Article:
Thor star Ur­ban: ‘Preda­tor’ We­in­stein will get come­up­pance

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LOS AN­GE­LES -- As Karl Ur­ban sits down with AFP in Bev­erly Hills to dis­cuss his star­ring role in Marvel's lat­est su­per­hero jug­ger­naut "Thor Rag­narok," there is a Har­vey We­in­stein-shaped ele­phant in the room.

Across Hol­ly­wood, film­mak­ers and their ac­tors are be­ing pressed for their re­ac­tion to the grow­ing scan­dal en­gulf­ing the 65-year-old movie mogul, who has been ac­cused of the ha­rass­ment and sex­ual abuse of nu­mer­ous women -- many vul­ner­a­ble young ac­tresses -- go­ing back decades.

While some in­dus­try play­ers have been con­spic­u­ous by their si­lence, Ur­ban doesn't have to be asked twice, de­scrib­ing the al­le­ga­tions as "re­pul­sive."

"My heart and sup­port goes out to all of those women who were vic­tims of this preda­tor," the 45-year-old New Zealand na­tive tells AFP.

"It's ut­terly shock­ing, dev­as­tat­ing and dis­gust­ing, and I hope that this serves to send a strong clear sig­nal to other would-be preda­tors out there that that kind of be­hav­ior is not tol­er­ated.

"I sin­cerely hope that he gets ev­ery­thing that he de­serves. And he will." Ur­ban, a TV ac­tor in New Zealand whose break in the movies came in the 2002 hor­ror movie "Ghost Ship," can speak with the con­fi­dence of a Hol­ly­wood vet­eran th­ese days.

Since 2002 he has starred in two of Peter Jack­son's "Lord of the Rings" films, taken on iconic comic book char­ac­ter Judge Dredd and reimag­ined "Star Trek" medic Leonard "Bones" McCoy to crit­i­cal acclaim.

But Marvel's third "Thor" film -- which hits US the­aters on Novem­ber 3 -- sees his star as­cend an­other level as part of a cin­e­matic uni­verse which has no fewer than four en­tries in the top 20 high­est gross­ing movies of all time. 'Nat­u­ral charisma' "Thor Rag­narok" sees him in a star-stud­ded cast that reads more like the act­ing cat­e­gories at Os­cars night -- among them An­thony Hopkins, Cate Blanchett, Chris Hemsworth, Tom Hid­dle­ston, Idris Elba, Jeff Goldblum and Mark Ruf­falo.

Early re­ac­tion to pre­view screen­ings of Taiki Waititi's first foray into Hol­ly­wood since earn­ing al­most univer­sal ap­plause for "What We Do in the Shad­ows" and "Hunt for the Wilder­peo­ple" has been ef­fu­sive.

Crit­ics have fo­cused on the high count of gen­uinely funny jokes in a movie oc­cu­py­ing a genre that is not al­ways rec­og­nized for its sense of hu­mor or self-aware­ness.

"I loved the tone of it. It didn't take it­self too se­ri­ously. For me per­son­ally, it was re­fresh­ing to see Chris Hemsworth able to spread his wings and let his nat­u­ral charisma and hu­mor come for­ward," said Ur­ban, who grew with Waititi in Welling­ton.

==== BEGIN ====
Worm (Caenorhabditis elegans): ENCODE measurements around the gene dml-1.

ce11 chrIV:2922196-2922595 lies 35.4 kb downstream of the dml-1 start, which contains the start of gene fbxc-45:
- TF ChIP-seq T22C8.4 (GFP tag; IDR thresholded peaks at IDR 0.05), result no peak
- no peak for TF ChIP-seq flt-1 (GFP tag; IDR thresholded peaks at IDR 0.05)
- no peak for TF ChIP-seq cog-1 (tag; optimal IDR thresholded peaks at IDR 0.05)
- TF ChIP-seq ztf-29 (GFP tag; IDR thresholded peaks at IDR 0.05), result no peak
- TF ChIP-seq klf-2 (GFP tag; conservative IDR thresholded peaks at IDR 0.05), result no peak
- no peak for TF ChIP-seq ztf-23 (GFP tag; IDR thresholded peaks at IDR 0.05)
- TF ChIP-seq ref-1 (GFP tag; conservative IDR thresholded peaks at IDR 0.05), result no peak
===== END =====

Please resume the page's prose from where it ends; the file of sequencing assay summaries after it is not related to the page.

"I be­lieve this is a won­der­ful new direc­tion, not new for him, but for the fran­chise in gen­eral."

Be­fore "Star Trek," Ur­ban was prob­a­bly best known for his star­ring role as an­other comic book char­ac­ter -- 2000 AD's iconic fu­tur­is­tic law en­forcer Judge Dredd.

De­spite rave reviews and a sub­se­quent cult fol­low­ing, "Dredd" (2012) was a box of­fice flop, with Ur­ban crit­i­ciz­ing the movie's mar­ket­ing in an in­ter­view with AFP last year.

Spec­u­la­tion has been mount­ing over the pos­si­bil­ity of Ur­ban re­turn­ing to the role, how­ever, with Bri­tish en­ter­tain­ment com­pany and rights-holder Re­bel­lion de­vel­op­ing a lim­ited-run TV se­ries.

"I've had many meet­ings and dis­cus­sions with them and I've been very frank," Ur­ban con­firmed.

"My po­si­tion is, if you write a char­ac­ter that has a function and a pur­pose and I get the abil­ity to con­trib­ute to the over­all story, then I would be very in­ter­ested in repris­ing that role." Bit­ter­sweet He de­scribed the fail­ure of Pete Travis's Lion­s­gate movie as a "tragedy," blam­ing "a fun­da­men­tal lack of aware­ness that it was com­ing out."

"It's bit­ter­sweet for every­body to then re­al­ize af­ter the fact. And it's be­come this cult clas­sic, much-loved and ap­pre­ci­ated," Ur­ban said..

"Un­for­tu­nately, the way that it went down, it's un­likely that we're go­ing to see a cin­e­matic se­quel to that par­tic­u­lar ver­sion of it."

Mean­while, Ur­ban's per­for­mance in "Star Trek Beyond" (2016) -- a more prom­i­nent role than in its two pre­de­ces­sors -- could well be his last as Bones. Para­mount hasn't an­nounced any plans for a fourth in­stal­ment in the reboot se­ries.

In any case, says the ac­tor, it would be dif­fi­cult emo­tion­ally to re­turn with­out An­ton Yelchin -- ship's nav­i­ga­tor Pavel Chekov in the fran­chise who died in a freak ac­ci­dent be­fore "Beyond" came out af­ter his car rolled in his drive­way and pinned him to a pil­lar.

"If 'Star Trek Beyond' is the last 'Star Trek' I get to make, I'm happy to leave it there," Ur­ban told AFP.

"I ac­tu­ally had some­thing to do in that film, and I had such a won­der­ful time."

(AFP)

HOL­LY­WOOD. Ac­tor Karl Ur­ban ar­rives for the pre­miere of the film "Thor: Rag­narok" in Hol­ly­wood, Cal­i­for­nia on October 10, 2017.

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